“I had this vision for this Artie project and it came together in about a week,” she said. “I’d never thought about doing something like this before, it was really intriguing. I wanted to see how it would evolve.”
In November she began networking with some of the groups she knew, with the understanding that she didn’t want her program to have too much structure.
“My idea is to find a guy on the street who needs stuff, and get it,” she said. “That’s basically what I do. I’m more of a direct hands-on [kind of person].”
She’s met a few artists at art nights held at shelters and churches. She’ll often walk into a mission and simply ask, “Are there any artists in here?”
She buys paper, illustration board, brushes, watercolours, paint and pens, packages them together and delivers to the artist or someone who is in touch with them.
Some of the people she encounters running outreach programs are hesitant to encourage Campbell to have direct contact with the people she wants to help.
“They’re concerned for my safety,” she said.
“But I’ve worked with these guys for years, nobody’s ever bothered me, and I know most of them anyway. But I’ll follow protocol.”
While she’ll follow protocol, she’s careful not to let the bureaucracy bog down the momentum and “suck the fun out of it.”
She likes to focus on people who have talent, and from her experience as an artist, knows it only takes basic supplies and space to create.
“It doesn’t take much. [Some guys] could really make a living off it,” she said. “It’s the old adage, teach a guy to fish, feed him for a day …”
She’s helped one woman find pottery clay, costume jewelry and beading supplies for another. She met a man from Japan who is “a phenomenal glass blower” working as a chef at Tim Hortons, and is currently researching soapstone and carving tools for an Inuit man she encountered one day while walking in Cabbagetown.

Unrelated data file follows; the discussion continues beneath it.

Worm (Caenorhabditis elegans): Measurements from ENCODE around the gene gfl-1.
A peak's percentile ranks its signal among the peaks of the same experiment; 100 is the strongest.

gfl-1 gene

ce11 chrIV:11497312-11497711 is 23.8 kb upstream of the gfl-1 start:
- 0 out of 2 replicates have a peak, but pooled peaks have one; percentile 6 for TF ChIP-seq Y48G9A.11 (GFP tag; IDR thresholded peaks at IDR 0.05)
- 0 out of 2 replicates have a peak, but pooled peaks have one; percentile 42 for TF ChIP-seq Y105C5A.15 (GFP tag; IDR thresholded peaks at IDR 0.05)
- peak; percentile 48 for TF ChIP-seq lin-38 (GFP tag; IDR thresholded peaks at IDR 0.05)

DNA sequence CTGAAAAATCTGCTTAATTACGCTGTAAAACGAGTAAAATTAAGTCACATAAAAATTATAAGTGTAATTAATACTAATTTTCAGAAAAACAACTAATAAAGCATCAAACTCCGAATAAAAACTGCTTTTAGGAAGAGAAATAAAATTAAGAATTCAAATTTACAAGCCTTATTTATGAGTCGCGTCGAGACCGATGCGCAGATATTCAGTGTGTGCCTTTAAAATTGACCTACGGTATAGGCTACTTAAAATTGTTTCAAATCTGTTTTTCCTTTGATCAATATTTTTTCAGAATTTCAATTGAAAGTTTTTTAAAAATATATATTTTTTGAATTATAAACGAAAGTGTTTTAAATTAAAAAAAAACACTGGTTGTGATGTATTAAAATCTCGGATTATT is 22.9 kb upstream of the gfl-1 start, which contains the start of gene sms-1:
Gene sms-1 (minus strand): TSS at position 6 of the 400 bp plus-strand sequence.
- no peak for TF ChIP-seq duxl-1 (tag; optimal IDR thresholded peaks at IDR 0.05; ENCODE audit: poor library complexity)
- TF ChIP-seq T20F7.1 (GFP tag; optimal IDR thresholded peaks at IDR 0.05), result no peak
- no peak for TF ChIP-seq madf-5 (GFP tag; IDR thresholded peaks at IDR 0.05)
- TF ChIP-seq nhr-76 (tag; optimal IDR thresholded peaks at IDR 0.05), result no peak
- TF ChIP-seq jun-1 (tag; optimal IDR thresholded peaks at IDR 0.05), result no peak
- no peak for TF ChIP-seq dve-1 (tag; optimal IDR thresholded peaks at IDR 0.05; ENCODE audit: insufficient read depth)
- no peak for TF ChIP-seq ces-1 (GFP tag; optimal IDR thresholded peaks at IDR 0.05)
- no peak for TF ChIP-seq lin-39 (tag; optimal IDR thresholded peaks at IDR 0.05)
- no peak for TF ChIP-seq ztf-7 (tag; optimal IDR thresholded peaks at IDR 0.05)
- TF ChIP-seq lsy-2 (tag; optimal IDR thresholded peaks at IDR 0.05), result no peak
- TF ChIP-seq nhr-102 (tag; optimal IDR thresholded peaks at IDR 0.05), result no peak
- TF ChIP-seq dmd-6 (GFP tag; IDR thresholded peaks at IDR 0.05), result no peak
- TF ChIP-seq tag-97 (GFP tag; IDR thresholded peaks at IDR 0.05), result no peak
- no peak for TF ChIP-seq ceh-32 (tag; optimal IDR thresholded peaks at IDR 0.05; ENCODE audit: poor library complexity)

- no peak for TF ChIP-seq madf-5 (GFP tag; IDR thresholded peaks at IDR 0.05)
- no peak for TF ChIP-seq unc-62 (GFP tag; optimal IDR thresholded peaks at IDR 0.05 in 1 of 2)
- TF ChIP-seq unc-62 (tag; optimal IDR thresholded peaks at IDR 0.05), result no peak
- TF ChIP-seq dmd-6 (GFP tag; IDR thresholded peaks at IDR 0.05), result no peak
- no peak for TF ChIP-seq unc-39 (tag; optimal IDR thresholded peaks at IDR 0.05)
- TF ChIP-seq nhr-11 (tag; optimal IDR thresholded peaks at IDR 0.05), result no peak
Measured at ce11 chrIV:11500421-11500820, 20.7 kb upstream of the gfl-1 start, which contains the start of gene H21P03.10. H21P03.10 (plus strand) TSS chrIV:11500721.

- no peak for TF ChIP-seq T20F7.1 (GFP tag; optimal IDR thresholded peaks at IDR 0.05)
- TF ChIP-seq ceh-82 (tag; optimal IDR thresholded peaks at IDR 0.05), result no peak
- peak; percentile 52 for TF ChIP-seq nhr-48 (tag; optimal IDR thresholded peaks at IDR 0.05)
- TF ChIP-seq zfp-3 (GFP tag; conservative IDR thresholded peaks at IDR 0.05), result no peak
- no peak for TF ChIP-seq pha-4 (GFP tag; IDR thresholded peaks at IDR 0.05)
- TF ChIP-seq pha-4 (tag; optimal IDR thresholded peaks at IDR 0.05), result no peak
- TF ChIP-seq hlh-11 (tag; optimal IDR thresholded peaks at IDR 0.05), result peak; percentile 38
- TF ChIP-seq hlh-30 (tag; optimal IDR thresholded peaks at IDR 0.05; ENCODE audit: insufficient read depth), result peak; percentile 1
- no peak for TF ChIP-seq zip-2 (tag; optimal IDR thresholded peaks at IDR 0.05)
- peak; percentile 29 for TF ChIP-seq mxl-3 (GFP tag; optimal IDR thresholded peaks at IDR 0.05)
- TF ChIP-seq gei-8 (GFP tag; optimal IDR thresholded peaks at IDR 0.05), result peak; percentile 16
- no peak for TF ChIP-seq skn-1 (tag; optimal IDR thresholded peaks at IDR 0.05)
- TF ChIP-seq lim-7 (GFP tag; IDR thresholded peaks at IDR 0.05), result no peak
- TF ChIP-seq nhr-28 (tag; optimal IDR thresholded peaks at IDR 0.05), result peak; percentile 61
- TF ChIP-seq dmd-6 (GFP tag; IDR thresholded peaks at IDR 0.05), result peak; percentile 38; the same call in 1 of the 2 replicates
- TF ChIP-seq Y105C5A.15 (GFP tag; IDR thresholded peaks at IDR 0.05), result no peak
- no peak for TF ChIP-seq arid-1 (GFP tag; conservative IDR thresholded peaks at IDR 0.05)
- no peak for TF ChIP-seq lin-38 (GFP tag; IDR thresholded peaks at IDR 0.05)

“He’s in the national gallery,” she said. “His last exhibit is 2008 …when you look his stuff up online it’s really beautiful. I said to him, ‘It’s not my field of expertise, but I’ll try to get you soapstone.’”
Campbell pays out-of-pocket for a lot of the supplies, and tries to buy in bulk and find deals. But she enjoys the fundraising aspect, as well – the weekend days she spends dressed up selling her artwork.
“I really like this Artie project, it’s my favourite thing right now. It’s really creative,” she said.
“I’ll fundraise Friday and Saturday, then Sunday go to church and then go shopping.”
Ultimately, she’d like to connect with all of the people she’s provided supplies for and have a show.
“I go back all of the time,” she said. “They show me what they’ve done and then I meet somebody else.”
While her main focus right now is on artists, Campbell’s outreach goes beyond, a testament to her faith and life’s work.
She carries with her the schedules for the Out of the Cold program, so she can direct people she meets on the street to shelter and programming, and is happy to buy a coffee or a bagel for someone who looks hungry.
“I meet a lot of guys out on the street,” she said. “I talk to everybody.”